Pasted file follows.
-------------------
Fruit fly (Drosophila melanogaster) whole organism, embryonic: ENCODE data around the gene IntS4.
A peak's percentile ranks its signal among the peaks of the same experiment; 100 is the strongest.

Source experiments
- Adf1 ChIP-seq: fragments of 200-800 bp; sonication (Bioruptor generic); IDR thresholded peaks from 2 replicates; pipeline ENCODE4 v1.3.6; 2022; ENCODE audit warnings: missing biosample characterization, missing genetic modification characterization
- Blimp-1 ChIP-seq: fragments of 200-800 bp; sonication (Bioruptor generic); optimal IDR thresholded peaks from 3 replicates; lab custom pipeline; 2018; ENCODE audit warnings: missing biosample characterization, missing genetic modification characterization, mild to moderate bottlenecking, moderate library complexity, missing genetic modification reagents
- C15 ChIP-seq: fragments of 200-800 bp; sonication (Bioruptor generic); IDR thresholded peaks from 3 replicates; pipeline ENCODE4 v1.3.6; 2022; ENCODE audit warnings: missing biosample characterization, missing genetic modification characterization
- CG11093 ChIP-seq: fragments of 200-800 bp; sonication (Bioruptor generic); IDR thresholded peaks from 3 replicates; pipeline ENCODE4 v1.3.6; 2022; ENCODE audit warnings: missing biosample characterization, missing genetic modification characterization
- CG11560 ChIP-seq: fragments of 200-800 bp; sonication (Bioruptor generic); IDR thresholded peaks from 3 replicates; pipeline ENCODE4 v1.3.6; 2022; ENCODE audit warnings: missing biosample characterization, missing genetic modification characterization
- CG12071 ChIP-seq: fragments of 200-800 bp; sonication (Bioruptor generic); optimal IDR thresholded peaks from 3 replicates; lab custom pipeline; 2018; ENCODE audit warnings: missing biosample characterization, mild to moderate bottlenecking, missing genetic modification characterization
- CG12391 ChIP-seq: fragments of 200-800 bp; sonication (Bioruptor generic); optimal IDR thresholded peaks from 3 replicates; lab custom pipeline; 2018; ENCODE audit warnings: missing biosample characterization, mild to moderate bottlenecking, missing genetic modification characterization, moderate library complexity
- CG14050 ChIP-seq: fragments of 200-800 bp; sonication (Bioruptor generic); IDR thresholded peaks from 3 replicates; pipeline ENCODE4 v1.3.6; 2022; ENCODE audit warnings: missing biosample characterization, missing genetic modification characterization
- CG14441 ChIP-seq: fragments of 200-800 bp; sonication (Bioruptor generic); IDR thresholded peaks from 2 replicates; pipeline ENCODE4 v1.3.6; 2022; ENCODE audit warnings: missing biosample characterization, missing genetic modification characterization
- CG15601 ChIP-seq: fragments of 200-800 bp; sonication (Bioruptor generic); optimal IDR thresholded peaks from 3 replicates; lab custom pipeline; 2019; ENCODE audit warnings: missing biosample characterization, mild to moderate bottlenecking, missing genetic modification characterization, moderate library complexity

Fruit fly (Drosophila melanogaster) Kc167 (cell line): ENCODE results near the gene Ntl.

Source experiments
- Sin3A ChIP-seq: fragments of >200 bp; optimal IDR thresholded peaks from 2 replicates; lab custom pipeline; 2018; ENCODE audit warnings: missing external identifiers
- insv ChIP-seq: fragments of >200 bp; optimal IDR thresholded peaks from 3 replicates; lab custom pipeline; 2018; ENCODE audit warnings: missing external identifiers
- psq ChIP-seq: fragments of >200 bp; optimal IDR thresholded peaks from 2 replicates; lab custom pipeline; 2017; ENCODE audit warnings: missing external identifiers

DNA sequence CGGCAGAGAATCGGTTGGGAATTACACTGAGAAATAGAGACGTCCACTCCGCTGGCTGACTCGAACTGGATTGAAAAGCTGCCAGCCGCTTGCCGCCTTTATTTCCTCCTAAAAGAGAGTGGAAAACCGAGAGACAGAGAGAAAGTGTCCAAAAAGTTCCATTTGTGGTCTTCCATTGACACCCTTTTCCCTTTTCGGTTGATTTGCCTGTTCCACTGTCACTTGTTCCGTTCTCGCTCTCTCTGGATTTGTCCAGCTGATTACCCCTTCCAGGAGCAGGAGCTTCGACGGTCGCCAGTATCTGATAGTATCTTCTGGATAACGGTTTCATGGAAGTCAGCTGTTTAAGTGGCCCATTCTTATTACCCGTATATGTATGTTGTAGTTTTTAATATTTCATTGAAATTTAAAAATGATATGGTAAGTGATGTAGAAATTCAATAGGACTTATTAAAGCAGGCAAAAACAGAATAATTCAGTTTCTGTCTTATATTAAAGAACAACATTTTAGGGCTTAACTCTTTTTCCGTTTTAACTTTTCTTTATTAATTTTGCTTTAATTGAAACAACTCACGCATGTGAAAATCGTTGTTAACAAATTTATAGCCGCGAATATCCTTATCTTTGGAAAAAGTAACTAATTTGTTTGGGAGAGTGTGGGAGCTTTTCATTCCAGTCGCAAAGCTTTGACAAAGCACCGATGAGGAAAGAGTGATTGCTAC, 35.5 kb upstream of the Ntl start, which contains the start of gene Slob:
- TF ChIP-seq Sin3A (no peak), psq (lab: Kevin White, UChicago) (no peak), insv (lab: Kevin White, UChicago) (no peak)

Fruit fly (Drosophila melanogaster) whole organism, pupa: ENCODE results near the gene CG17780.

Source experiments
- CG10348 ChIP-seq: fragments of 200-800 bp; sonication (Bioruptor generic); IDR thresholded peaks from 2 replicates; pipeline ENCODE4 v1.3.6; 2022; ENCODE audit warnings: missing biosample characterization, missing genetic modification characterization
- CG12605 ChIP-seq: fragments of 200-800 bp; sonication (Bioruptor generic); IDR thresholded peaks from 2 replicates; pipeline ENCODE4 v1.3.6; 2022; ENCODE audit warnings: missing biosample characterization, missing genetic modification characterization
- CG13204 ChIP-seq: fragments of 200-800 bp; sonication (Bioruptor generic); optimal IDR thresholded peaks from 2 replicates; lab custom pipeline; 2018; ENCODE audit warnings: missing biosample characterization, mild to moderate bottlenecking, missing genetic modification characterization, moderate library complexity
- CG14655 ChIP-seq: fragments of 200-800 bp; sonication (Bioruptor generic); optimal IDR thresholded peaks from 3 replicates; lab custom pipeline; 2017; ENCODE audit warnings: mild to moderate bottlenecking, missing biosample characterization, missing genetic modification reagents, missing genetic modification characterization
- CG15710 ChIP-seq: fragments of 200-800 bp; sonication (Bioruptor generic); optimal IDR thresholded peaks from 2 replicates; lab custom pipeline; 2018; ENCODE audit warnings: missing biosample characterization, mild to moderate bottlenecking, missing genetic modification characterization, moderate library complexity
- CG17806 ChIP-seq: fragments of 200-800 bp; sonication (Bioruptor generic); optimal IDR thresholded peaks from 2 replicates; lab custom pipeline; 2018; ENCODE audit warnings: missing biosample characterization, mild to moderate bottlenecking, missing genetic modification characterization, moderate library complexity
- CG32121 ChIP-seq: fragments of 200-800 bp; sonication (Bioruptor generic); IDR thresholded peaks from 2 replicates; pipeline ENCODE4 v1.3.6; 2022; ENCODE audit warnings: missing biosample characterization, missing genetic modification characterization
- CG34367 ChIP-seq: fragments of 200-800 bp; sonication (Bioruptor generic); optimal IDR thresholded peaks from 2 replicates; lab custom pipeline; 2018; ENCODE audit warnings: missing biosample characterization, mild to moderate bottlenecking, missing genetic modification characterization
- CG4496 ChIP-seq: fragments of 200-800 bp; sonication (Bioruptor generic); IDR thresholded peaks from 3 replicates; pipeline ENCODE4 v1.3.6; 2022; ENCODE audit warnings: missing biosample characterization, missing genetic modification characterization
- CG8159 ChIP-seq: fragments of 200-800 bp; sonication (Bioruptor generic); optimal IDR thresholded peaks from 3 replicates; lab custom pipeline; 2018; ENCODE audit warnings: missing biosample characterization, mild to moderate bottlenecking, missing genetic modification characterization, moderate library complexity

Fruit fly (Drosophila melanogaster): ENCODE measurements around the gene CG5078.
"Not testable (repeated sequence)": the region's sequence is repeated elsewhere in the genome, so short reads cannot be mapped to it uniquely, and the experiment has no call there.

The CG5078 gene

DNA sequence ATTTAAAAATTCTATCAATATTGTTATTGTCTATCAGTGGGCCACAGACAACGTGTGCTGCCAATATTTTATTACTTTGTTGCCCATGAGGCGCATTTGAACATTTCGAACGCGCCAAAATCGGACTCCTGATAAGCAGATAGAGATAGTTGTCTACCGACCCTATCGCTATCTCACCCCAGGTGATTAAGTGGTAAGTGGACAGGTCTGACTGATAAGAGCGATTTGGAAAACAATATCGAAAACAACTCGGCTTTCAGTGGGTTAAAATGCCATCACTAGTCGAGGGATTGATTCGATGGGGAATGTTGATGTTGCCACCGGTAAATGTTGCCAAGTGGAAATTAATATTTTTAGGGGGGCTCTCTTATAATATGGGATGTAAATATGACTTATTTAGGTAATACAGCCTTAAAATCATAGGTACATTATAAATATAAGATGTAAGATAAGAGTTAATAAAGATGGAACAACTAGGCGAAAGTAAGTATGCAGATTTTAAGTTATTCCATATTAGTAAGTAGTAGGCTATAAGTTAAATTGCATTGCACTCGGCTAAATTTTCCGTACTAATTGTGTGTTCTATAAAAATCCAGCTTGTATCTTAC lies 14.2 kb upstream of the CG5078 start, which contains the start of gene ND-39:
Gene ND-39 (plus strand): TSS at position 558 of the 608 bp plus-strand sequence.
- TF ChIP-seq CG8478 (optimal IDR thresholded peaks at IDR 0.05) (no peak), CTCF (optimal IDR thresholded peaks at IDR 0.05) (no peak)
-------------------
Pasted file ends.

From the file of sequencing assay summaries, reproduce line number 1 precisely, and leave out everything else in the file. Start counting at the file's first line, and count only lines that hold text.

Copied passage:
Fruit fly (Drosophila melanogaster) whole organism, embryonic: ENCODE data around the gene IntS4.